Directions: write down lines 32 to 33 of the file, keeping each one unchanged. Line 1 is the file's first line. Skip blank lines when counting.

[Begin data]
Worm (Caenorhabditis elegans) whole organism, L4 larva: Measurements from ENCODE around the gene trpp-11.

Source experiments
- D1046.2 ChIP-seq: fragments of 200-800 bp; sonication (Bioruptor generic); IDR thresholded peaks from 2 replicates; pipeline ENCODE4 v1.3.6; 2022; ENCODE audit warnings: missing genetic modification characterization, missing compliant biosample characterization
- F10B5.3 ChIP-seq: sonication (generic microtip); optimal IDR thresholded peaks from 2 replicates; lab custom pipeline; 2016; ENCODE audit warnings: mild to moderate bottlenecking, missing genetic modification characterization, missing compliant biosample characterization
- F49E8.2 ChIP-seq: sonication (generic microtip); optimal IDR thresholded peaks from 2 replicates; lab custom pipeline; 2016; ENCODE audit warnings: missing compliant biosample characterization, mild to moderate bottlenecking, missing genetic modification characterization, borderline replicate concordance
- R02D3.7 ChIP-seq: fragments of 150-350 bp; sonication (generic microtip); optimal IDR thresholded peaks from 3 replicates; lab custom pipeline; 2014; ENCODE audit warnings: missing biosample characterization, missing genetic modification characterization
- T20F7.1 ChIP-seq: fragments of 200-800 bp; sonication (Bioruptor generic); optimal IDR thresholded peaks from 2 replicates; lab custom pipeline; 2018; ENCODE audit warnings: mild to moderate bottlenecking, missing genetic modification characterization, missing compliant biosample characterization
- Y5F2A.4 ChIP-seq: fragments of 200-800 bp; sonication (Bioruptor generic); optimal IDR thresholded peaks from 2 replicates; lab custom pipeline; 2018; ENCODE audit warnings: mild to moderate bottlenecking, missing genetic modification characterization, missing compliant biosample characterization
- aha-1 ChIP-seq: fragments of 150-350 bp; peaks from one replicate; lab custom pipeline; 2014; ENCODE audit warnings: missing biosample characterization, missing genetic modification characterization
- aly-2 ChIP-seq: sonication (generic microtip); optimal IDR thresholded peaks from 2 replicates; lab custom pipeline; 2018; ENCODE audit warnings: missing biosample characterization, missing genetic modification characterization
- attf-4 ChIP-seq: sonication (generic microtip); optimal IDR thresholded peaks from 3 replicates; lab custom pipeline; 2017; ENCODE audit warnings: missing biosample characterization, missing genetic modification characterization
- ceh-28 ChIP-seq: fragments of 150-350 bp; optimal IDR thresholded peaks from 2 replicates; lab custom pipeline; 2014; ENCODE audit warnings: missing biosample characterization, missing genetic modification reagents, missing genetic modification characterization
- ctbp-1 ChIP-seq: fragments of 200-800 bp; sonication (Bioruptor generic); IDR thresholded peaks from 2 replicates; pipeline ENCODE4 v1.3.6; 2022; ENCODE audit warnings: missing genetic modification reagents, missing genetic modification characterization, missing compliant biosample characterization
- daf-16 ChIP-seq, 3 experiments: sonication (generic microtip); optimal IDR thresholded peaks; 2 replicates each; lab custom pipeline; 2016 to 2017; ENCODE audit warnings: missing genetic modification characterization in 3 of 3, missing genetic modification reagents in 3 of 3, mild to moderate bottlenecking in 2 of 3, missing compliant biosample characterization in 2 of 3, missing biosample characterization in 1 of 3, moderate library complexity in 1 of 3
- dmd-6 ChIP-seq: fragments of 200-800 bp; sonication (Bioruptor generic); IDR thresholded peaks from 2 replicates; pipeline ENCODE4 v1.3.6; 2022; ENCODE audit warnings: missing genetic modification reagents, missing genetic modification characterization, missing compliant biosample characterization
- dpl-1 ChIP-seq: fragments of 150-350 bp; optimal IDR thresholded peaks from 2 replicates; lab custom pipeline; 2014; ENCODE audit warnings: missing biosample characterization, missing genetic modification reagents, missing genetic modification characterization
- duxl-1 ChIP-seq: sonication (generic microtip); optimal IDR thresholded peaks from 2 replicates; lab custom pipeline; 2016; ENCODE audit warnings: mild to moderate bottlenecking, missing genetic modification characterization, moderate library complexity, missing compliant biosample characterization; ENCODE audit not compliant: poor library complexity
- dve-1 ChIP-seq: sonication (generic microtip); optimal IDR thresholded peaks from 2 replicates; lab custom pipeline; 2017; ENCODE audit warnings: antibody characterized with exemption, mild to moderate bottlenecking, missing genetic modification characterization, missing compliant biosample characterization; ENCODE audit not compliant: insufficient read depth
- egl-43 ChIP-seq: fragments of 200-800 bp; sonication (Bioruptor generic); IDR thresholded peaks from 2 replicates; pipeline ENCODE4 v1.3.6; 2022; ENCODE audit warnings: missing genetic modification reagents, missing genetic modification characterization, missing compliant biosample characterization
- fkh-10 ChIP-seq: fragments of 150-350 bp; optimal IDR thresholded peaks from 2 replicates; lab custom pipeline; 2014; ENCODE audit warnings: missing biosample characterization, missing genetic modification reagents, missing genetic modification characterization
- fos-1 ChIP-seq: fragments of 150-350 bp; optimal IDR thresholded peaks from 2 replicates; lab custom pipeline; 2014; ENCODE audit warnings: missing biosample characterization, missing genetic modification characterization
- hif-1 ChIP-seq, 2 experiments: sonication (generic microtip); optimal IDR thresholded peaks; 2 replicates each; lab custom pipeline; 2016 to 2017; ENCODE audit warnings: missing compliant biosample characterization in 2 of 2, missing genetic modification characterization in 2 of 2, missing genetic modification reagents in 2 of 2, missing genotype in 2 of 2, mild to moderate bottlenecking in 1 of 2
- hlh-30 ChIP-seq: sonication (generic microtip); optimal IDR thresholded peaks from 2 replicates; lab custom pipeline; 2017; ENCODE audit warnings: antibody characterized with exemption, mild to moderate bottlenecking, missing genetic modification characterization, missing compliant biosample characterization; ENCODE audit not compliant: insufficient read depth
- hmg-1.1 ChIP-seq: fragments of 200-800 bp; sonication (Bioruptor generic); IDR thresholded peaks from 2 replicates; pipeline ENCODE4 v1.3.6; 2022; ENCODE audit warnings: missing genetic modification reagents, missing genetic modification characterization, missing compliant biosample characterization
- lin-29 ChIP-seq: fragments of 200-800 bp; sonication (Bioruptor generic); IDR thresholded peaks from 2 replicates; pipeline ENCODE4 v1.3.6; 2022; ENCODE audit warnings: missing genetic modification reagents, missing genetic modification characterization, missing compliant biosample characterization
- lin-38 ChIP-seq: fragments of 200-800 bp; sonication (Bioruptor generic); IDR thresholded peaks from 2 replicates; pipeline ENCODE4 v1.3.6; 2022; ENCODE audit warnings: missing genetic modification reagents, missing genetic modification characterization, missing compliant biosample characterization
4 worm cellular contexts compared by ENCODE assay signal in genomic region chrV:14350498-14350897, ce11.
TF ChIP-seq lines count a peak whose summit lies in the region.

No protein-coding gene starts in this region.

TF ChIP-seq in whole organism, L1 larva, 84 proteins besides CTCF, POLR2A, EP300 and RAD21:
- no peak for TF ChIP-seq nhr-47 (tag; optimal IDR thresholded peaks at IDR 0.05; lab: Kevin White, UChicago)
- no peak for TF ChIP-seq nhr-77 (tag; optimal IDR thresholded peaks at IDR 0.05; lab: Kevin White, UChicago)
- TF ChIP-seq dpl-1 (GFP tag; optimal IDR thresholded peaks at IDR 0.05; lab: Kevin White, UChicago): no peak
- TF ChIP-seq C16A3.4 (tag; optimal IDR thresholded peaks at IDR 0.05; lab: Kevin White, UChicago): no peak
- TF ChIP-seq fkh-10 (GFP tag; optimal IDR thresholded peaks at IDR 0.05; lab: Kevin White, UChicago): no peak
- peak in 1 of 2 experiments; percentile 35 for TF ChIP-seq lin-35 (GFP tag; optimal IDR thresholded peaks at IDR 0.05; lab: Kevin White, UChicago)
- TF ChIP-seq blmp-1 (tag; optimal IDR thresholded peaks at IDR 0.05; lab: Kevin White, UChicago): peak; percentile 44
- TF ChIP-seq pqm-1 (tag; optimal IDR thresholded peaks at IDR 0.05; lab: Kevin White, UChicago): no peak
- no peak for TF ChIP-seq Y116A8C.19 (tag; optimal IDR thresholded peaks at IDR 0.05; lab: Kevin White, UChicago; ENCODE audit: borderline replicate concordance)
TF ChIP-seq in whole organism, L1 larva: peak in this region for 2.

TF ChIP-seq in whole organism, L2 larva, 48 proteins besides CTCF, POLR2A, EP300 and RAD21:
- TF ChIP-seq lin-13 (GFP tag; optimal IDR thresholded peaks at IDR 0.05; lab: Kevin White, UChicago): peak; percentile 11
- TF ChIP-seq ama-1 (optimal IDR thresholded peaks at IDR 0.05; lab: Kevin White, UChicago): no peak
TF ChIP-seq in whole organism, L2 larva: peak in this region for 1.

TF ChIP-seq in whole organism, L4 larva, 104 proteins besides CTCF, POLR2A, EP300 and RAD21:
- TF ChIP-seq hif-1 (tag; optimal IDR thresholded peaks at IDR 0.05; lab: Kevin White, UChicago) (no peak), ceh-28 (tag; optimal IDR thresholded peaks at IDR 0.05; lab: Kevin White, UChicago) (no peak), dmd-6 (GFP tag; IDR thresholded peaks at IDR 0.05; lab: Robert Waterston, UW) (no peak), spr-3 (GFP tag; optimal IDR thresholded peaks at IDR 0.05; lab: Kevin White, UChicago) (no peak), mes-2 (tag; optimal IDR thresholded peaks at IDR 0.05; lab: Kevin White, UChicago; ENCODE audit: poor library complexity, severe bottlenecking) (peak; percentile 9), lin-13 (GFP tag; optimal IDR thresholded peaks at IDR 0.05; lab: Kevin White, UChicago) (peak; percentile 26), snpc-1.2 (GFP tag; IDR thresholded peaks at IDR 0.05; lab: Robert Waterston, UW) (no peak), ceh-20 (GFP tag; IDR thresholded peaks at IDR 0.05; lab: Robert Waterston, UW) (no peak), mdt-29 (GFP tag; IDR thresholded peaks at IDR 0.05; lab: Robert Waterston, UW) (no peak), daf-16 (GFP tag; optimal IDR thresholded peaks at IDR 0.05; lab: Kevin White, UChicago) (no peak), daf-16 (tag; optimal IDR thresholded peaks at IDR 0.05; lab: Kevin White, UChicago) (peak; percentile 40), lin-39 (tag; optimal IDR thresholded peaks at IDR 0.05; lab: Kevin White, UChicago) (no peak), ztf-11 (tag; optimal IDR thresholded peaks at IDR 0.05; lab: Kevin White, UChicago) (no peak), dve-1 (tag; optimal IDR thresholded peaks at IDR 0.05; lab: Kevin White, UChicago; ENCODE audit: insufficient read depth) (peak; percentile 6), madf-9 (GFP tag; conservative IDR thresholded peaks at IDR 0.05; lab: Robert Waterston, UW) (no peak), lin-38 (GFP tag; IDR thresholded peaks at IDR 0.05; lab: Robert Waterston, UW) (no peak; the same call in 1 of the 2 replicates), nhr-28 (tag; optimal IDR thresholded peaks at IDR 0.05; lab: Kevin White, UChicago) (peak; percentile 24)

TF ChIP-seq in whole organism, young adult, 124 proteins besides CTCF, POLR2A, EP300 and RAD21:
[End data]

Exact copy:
- no peak for TF ChIP-seq nhr-77 (tag; optimal IDR thresholded peaks at IDR 0.05; lab: Kevin White, UChicago)
- TF ChIP-seq dpl-1 (GFP tag; optimal IDR thresholded peaks at IDR 0.05; lab: Kevin White, UChicago): no peak